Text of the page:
Ex-leader of church convicted (12 Scientologists given lesser terms)

The Associated Press/November 1996

LYON, France - A former Church of Scientology leader was convicted Friday of involuntary homicide and sentenced to 18 months in prison in the 1988 suicide of a church member.

Twelve other defendants facing lesser charges - theft, complicity or abuse of confidence - were given suspended sentences of eight to 15 months each. Charges were dropped against 10 others.

Jean-Jazques Mazier, the former head of the church in Lyon, France's second-largest city, was also fined $100,000. The prosecution had requested a three-year suspended sentence.

In a statement issued in Los Angeles, the Church of Scientology International claimed victory for the acquittals and suspended sentences but said the conviction was "a politically motivated ruling from a politically pressured court that held a politically motivated heresy trial." It said appeals would be pursued.

The church said that besides Mazier, 14 defendants were given suspended sentences, and charges were dropped for eight. The discrepancy could not immediately be reconciled.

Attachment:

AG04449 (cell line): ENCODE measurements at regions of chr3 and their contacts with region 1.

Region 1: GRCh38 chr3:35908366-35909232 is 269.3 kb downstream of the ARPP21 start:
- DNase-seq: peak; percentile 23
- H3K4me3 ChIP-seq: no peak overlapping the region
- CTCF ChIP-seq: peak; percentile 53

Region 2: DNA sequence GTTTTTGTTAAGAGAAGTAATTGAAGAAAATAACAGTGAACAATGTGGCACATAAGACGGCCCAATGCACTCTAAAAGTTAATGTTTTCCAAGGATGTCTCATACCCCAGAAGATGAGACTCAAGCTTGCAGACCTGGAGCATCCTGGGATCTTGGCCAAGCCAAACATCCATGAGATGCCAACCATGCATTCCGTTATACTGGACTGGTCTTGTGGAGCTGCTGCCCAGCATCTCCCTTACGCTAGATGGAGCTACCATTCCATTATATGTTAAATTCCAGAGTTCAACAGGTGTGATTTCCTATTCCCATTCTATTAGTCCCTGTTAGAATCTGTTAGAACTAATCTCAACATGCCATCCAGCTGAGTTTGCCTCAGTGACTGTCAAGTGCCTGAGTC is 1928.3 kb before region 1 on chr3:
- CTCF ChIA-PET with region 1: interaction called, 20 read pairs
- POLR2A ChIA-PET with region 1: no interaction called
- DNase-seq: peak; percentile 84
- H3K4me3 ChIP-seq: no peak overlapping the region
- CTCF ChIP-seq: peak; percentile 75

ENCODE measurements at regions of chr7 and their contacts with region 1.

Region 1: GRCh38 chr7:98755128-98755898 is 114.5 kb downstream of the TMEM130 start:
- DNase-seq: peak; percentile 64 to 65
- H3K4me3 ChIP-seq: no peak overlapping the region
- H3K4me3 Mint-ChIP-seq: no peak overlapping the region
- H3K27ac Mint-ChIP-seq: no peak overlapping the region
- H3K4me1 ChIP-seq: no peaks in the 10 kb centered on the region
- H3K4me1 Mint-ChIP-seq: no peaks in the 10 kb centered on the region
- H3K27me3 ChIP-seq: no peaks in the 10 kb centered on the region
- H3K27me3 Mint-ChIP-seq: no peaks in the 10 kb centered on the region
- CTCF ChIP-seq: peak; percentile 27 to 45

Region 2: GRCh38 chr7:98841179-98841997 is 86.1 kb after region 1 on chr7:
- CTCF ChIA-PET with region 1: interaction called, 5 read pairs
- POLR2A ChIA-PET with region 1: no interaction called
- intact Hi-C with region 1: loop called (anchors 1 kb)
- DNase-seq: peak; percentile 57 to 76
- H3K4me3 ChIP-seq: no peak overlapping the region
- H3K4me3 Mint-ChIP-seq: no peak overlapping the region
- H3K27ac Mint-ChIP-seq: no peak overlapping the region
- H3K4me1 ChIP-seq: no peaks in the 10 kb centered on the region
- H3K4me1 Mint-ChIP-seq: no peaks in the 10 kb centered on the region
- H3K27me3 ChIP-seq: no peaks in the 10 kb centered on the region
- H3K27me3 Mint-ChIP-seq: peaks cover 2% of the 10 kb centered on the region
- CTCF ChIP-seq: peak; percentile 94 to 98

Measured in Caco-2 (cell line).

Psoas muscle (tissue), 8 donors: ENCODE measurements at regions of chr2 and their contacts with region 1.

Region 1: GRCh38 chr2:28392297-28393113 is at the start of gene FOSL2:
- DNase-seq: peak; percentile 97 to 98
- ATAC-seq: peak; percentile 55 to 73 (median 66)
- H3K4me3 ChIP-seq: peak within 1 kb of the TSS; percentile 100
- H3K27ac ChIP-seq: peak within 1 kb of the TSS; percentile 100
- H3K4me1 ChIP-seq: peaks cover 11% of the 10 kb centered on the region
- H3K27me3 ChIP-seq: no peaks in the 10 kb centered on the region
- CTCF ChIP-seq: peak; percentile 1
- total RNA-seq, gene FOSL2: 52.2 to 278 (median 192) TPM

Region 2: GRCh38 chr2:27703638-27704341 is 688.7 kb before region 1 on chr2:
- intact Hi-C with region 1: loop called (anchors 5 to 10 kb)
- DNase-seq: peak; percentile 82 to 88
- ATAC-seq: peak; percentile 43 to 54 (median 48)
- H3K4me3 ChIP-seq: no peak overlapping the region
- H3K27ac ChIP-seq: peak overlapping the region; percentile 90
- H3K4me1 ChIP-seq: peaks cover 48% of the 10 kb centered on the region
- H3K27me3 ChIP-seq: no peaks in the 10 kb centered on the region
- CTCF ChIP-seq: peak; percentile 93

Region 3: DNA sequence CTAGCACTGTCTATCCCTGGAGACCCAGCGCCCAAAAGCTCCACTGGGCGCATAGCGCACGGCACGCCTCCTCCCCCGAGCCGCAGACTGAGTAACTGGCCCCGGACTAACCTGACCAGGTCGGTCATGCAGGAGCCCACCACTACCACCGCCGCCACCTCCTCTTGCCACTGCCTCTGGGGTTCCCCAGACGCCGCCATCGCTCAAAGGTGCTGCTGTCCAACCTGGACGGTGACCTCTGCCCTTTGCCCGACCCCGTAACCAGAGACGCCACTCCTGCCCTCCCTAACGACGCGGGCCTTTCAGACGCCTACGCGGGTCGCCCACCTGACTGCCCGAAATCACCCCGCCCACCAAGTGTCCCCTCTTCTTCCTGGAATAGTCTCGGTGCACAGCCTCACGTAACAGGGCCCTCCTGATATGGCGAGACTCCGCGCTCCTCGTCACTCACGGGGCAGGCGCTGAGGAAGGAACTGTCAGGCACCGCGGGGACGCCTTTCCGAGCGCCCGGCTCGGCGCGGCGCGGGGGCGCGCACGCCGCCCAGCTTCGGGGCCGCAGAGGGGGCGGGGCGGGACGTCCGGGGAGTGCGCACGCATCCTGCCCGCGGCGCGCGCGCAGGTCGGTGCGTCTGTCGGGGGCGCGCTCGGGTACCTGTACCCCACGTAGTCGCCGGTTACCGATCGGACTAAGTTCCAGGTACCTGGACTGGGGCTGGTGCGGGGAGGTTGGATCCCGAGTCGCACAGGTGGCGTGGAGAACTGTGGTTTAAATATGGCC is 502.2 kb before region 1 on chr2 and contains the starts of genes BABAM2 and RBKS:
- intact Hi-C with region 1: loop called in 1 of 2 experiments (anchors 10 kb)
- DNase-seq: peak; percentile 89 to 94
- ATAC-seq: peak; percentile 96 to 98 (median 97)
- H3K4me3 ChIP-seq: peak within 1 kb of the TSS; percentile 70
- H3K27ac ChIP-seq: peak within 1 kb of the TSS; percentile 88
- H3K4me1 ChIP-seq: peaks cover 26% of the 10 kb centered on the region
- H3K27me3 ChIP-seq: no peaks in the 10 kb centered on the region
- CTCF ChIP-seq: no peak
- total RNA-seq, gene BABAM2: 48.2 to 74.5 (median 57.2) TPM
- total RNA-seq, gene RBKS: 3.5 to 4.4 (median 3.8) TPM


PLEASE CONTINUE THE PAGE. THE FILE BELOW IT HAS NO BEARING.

In Lyon, Scientology lawyer Olivier Metzner called the ruling "a value judgment…to define the limits of what is 'religiously correct'."

Last month's trial centered on the March 1988 suicide of Patrice Vic, 31, who jumped from a window to his death. The trial centered around Vic's death, but its scope widened as investigators uncovered evience of financial wrongdoing, and more Scientology officials were charged.

Prosecutors said Vic was under pressure from the church to take a $6,000 "purification treatment" including daily sauna treatments and a low-sugar, high-vitamin diet.

Vic was subjected to "psychological torture," the court said in its 200-page ruling.

The signs of psychological distress manifested by Patrice Vic should have led (Mazier) to treat his case with prudence and to take the necessary precautions," the court said.

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